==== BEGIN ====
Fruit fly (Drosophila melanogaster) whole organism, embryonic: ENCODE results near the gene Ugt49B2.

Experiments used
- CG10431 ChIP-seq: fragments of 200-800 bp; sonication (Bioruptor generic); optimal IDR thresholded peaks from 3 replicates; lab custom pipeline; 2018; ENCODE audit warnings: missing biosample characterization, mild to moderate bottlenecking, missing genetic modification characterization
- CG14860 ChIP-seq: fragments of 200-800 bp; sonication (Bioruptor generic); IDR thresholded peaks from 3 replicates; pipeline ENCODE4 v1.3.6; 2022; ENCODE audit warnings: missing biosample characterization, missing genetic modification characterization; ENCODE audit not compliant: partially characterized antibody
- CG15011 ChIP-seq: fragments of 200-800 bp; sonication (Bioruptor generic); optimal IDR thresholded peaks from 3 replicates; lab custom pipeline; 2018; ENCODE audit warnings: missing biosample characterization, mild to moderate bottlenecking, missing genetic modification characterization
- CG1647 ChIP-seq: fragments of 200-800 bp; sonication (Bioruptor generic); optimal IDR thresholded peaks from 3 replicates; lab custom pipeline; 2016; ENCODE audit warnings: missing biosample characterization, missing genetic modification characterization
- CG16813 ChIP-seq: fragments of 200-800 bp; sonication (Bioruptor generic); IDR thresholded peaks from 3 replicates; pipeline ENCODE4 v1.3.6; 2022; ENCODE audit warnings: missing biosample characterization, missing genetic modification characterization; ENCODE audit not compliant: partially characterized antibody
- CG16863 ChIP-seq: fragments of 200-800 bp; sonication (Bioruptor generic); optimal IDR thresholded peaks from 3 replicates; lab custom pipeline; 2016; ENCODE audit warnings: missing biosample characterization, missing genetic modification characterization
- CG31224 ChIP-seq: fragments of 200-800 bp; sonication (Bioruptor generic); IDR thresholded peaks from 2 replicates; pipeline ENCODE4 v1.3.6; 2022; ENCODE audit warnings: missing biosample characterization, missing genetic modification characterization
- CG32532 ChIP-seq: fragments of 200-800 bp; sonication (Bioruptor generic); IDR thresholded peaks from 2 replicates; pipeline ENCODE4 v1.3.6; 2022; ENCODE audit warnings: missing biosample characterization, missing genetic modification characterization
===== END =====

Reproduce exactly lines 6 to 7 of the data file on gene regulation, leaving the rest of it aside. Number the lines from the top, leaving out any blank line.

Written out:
- CG1647 ChIP-seq: fragments of 200-800 bp; sonication (Bioruptor generic); optimal IDR thresholded peaks from 3 replicates; lab custom pipeline; 2016; ENCODE audit warnings: missing biosample characterization, missing genetic modification characterization
- CG16813 ChIP-seq: fragments of 200-800 bp; sonication (Bioruptor generic); IDR thresholded peaks from 3 replicates; pipeline ENCODE4 v1.3.6; 2022; ENCODE audit warnings: missing biosample characterization, missing genetic modification characterization; ENCODE audit not compliant: partially characterized antibody